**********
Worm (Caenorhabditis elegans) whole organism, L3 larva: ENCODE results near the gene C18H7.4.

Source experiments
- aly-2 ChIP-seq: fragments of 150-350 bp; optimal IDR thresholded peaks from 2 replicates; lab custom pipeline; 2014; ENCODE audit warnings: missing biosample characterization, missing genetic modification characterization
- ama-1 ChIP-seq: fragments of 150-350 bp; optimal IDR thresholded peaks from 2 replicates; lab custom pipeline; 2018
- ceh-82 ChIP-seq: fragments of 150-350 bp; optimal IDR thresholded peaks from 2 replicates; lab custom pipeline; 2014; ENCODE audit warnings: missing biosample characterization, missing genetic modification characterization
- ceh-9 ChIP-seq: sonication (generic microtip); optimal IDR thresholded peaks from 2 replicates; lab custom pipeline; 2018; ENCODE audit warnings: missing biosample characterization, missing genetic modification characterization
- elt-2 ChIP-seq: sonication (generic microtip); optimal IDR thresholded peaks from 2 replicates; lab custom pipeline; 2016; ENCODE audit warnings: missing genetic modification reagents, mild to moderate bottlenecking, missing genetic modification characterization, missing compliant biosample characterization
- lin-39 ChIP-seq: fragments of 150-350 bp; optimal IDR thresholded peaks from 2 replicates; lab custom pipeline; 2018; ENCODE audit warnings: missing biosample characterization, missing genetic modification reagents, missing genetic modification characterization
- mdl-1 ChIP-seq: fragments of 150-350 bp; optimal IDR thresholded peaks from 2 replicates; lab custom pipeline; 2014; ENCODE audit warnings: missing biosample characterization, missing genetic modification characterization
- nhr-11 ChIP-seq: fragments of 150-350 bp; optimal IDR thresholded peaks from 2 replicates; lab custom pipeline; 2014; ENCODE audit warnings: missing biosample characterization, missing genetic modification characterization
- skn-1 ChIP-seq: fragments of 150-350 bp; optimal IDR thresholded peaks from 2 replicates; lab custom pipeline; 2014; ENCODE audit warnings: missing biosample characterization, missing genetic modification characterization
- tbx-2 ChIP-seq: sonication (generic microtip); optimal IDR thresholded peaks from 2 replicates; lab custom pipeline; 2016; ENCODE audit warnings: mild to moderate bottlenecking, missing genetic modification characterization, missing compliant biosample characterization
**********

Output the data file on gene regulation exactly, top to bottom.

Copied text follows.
Worm (Caenorhabditis elegans) whole organism, L3 larva: ENCODE results near the gene C18H7.4.

Source experiments
- aly-2 ChIP-seq: fragments of 150-350 bp; optimal IDR thresholded peaks from 2 replicates; lab custom pipeline; 2014; ENCODE audit warnings: missing biosample characterization, missing genetic modification characterization
- ama-1 ChIP-seq: fragments of 150-350 bp; optimal IDR thresholded peaks from 2 replicates; lab custom pipeline; 2018
- ceh-82 ChIP-seq: fragments of 150-350 bp; optimal IDR thresholded peaks from 2 replicates; lab custom pipeline; 2014; ENCODE audit warnings: missing biosample characterization, missing genetic modification characterization
- ceh-9 ChIP-seq: sonication (generic microtip); optimal IDR thresholded peaks from 2 replicates; lab custom pipeline; 2018; ENCODE audit warnings: missing biosample characterization, missing genetic modification characterization
- elt-2 ChIP-seq: sonication (generic microtip); optimal IDR thresholded peaks from 2 replicates; lab custom pipeline; 2016; ENCODE audit warnings: missing genetic modification reagents, mild to moderate bottlenecking, missing genetic modification characterization, missing compliant biosample characterization
- lin-39 ChIP-seq: fragments of 150-350 bp; optimal IDR thresholded peaks from 2 replicates; lab custom pipeline; 2018; ENCODE audit warnings: missing biosample characterization, missing genetic modification reagents, missing genetic modification characterization
- mdl-1 ChIP-seq: fragments of 150-350 bp; optimal IDR thresholded peaks from 2 replicates; lab custom pipeline; 2014; ENCODE audit warnings: missing biosample characterization, missing genetic modification characterization
- nhr-11 ChIP-seq: fragments of 150-350 bp; optimal IDR thresholded peaks from 2 replicates; lab custom pipeline; 2014; ENCODE audit warnings: missing biosample characterization, missing genetic modification characterization
- skn-1 ChIP-seq: fragments of 150-350 bp; optimal IDR thresholded peaks from 2 replicates; lab custom pipeline; 2014; ENCODE audit warnings: missing biosample characterization, missing genetic modification characterization
- tbx-2 ChIP-seq: sonication (generic microtip); optimal IDR thresholded peaks from 2 replicates; lab custom pipeline; 2016; ENCODE audit warnings: mild to moderate bottlenecking, missing genetic modification characterization, missing compliant biosample characterization